Merrill Lynch & Co. is paying a steep price to break into branch banking, agreeing Monday to shell out $1.8 billion — a 44% premium over market price — to acquire First Republic Bank of San Francisco, according to sister publication Crain’s New York Business.
First Republic specializes in serving rich people, the very sort of clients that Merrill and most everyone else in financial services is trying to get more of. The bank operates 43 branches; most are in California but First Republic also has locations in New York, Boston and Greenwich, Conn.
"The price being paid is quite high," wrote Punk Ziegel & Co. analyst Dick Bove in a note to clients. He questioned Merrill's move into branch banking, a business "that seems to be on the edge of a decline."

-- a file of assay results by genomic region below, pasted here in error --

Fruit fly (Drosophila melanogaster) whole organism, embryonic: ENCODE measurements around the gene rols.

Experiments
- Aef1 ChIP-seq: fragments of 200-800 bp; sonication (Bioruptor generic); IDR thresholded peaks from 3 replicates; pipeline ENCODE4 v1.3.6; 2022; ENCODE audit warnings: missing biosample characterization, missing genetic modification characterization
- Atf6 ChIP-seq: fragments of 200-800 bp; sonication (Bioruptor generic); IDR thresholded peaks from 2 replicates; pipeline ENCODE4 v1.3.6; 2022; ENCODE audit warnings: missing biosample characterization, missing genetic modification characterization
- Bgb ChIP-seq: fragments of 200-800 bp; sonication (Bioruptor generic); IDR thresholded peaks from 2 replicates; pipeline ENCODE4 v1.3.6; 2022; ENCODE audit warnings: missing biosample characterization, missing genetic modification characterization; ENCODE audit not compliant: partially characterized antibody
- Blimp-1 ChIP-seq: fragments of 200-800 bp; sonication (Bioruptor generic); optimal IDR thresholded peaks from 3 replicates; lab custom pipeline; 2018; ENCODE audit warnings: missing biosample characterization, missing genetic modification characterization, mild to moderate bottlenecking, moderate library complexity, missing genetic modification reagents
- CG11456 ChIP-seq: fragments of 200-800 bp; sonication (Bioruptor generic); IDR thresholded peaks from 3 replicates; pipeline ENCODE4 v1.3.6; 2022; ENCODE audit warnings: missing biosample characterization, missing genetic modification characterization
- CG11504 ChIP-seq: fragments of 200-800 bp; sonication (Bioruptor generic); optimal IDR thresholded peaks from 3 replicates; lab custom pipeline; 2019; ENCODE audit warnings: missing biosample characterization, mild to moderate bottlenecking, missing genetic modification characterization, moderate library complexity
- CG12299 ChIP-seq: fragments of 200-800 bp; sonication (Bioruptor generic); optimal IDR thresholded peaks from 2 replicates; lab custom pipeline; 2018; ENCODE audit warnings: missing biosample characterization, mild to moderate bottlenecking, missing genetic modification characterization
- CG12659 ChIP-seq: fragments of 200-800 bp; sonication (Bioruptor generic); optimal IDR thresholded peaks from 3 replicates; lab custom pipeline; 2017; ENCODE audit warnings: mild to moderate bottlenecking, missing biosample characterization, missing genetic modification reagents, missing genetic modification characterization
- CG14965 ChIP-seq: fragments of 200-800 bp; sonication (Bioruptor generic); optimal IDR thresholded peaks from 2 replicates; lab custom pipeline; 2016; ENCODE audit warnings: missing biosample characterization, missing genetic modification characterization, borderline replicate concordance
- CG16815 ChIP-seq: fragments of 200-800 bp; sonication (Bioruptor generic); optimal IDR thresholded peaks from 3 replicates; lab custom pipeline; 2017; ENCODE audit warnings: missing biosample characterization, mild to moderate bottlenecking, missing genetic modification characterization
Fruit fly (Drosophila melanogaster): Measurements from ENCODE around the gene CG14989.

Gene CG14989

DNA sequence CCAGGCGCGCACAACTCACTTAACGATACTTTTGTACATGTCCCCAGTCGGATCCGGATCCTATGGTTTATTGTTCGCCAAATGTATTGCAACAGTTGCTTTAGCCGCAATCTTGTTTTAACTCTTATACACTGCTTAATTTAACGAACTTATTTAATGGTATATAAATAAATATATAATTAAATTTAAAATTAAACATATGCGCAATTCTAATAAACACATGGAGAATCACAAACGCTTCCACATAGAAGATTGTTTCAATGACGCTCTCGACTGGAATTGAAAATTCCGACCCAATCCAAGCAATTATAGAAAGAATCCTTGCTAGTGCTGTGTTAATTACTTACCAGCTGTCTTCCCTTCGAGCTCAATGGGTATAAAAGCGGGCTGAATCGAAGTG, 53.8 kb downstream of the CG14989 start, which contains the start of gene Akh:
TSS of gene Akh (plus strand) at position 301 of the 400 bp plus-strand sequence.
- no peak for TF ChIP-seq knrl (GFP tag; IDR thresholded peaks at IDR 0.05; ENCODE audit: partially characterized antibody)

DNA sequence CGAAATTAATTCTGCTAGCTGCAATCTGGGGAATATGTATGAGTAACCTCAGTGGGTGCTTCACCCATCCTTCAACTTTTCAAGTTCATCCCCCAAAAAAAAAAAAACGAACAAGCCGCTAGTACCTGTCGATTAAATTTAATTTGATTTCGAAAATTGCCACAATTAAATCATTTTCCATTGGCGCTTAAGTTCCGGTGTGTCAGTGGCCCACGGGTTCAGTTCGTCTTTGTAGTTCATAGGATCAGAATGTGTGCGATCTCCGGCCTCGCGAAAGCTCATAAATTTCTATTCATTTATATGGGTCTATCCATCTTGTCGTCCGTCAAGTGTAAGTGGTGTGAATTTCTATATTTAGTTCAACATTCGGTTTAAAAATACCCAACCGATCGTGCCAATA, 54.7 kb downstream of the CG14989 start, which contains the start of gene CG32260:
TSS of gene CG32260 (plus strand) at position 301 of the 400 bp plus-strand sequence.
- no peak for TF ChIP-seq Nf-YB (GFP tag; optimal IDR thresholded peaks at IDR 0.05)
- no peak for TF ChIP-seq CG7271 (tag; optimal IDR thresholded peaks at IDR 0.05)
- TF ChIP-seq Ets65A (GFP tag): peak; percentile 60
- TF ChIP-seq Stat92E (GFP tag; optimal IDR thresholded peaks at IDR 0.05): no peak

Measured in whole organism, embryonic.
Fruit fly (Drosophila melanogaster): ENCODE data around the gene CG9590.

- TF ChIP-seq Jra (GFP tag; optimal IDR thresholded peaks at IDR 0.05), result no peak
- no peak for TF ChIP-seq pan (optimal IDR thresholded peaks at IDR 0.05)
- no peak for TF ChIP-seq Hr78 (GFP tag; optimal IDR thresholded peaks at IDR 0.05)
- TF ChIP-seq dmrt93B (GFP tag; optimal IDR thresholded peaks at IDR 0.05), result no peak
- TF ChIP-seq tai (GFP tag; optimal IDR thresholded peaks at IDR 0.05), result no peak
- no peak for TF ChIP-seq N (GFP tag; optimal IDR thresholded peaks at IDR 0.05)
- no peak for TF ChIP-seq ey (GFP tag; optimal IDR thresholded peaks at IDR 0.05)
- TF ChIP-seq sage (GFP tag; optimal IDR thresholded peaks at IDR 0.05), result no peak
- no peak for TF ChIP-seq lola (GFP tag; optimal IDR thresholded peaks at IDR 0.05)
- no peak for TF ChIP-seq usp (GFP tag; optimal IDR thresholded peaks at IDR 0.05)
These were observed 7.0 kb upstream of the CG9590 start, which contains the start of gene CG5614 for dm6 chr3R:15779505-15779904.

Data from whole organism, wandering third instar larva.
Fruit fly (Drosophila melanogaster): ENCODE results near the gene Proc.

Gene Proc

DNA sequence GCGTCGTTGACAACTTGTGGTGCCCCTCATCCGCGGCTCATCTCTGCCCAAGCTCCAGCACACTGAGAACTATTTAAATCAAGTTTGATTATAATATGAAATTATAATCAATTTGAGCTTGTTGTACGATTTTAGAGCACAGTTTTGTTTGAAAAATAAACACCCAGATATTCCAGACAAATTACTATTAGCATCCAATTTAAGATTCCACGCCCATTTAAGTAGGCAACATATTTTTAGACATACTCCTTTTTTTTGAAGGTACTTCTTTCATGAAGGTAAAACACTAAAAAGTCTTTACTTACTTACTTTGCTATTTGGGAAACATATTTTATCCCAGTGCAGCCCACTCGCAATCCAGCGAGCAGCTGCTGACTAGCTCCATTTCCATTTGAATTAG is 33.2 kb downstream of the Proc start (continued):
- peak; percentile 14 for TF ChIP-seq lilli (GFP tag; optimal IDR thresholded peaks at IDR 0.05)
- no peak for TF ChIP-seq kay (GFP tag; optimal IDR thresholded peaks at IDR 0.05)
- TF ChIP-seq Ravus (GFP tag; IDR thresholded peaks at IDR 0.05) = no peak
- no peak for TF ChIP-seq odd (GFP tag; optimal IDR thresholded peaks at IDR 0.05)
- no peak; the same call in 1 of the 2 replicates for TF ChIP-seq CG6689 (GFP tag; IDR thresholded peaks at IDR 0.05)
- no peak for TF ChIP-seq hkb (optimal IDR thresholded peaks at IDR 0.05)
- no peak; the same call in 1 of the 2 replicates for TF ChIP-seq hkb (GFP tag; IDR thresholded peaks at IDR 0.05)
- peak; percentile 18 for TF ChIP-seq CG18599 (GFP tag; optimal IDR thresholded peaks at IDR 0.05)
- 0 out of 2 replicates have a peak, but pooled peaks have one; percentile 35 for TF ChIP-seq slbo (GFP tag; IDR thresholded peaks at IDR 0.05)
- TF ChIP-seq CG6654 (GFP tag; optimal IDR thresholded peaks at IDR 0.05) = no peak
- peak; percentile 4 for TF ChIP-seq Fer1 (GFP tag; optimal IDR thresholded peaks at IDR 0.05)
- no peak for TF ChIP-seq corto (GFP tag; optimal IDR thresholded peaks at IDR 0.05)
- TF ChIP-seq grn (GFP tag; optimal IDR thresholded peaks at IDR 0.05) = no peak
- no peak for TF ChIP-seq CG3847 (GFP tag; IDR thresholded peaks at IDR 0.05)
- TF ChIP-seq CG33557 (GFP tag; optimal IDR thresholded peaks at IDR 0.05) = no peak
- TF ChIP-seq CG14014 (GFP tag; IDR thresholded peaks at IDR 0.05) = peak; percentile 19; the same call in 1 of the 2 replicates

Merrill executives, of course, see things differently.
"We look forward to supporting First Republic's further expansion with additional capital and a greater range of investment products, advice and services," said Robert McCann, president of Merrill's global private client business, in a statement.
By any measure, Merrill is paying quite a bit for First Republic. The sale price, which will be paid in 50% cash and 50% stock, amounts to 24 times First Republic's estimated 2007 earnings and 3.4 times its book value.
Under Chief Executive Stan O'Neal, Merrill has been on a shopping spree. Earlier this month, it completed a $1.3 billion acquisition of First Franklin, a San Jose, Calif.-based subprime mortgage company that Mr. Bove describes as "very troubled."